How to address your child’s school avoidance

Shot of a little boy sitting outside with his backpack

If you’ve ever parented a child who complained about attending school, you’re not alone. But for some children, the reluctance to go to school goes beyond the good-natured moans and groans.

According to the nonprofit School Avoidance Alliance (SAA), school avoidance is “when a child refuses to attend school or has difficulty remaining in school the entire day.” It doesn’t have a definite diagnosis, but most believe it has roots in anxiety and other disorders. And unsurprisingly, school avoidance has become more prevalent since the pandemic, which generated a lot of anxiety among children.

WellTuned spoke with Dr. Sharon Moore-Caldwell, a medical director with BlueCross BlueShield of Tennessee to learn more about how to recognize when attending school is becoming an issue for your child—and how to address it.

What is school avoidance?

Dr. Moore-Caldwell: It’s challenging for many kids to return to school. Especially after a nice summer break when families and children may have followed fewer routines and structured days. There are two ways parents and caregivers can help their kids transition easier into their school-year routines. Before the first day of school, consider:

  1. Setting earlier bedtimes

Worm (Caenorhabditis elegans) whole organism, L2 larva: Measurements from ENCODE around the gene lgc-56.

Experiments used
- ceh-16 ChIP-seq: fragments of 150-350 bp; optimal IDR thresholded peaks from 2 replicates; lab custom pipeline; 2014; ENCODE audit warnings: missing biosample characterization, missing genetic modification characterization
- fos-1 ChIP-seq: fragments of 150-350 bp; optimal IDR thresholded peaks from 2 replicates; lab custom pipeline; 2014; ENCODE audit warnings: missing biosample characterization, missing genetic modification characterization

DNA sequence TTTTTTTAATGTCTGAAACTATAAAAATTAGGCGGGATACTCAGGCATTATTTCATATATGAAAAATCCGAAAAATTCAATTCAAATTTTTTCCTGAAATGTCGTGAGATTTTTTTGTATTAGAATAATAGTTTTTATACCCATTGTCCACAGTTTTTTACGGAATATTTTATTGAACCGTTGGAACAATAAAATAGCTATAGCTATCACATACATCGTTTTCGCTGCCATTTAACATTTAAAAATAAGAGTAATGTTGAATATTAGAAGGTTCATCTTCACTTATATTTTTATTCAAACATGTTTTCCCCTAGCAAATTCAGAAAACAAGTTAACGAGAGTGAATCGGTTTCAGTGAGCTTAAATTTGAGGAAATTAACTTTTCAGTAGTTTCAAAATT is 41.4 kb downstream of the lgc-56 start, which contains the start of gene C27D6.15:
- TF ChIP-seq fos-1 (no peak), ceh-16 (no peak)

2. Introducing more daytime structure

However, even with a period of transition into a routine school schedule, for some children, the beginning of a new school year brings anxiety. And that can lead to school avoidance. It may start with just an absence or two, and then build up over time to become something more concerning.

What does school avoidance look like? According to the SAA, a child may:

  • Be entirely absent from school
  • Leave school during the day
  • Leave class to go to the nurses’ office
  • Develop distress about going to school before eventually going
  • Claim to have physical symptoms that would preclude their attendance
  • Cry, hide in their bedroom, or have an outburst before school
  • Beg you to not make them go to school

If your child’s refusal to attend or stay in school is causing stress for your child and family, that’s a sign that it is time to take a closer look and re-evaluate possible interventions.

Possible reasons for avoiding school

Dr. Moore-Caldwell: There are a number of reasons that you child may want to avoid going to school. A few likely reasons include:

Bullying. Your child may be the victim of bullying, or they may fear becoming a victim of a bully. This could be in-person bullying, or it could be cyber-bullying—or both. Unfortunately, many children feel uncomfortable sharing this information with adults.

Body image. Some children become very self-conscious about their bodies especially when they undergo changes. These changes could include acne, weight gain, and others.

Family changes. The reluctance to leave home and attend school may be rooted in a family disruption. This could include a recent trauma, like:

  • a serious illness,
  • divorce,
  • death, or
  • changes in economic circumstances.

Struggles in school. If your child is struggling academically, it’s not surprising that they  may want to avoid going to a place where they’re having troubles. They may also be anxious about activities at school, such as: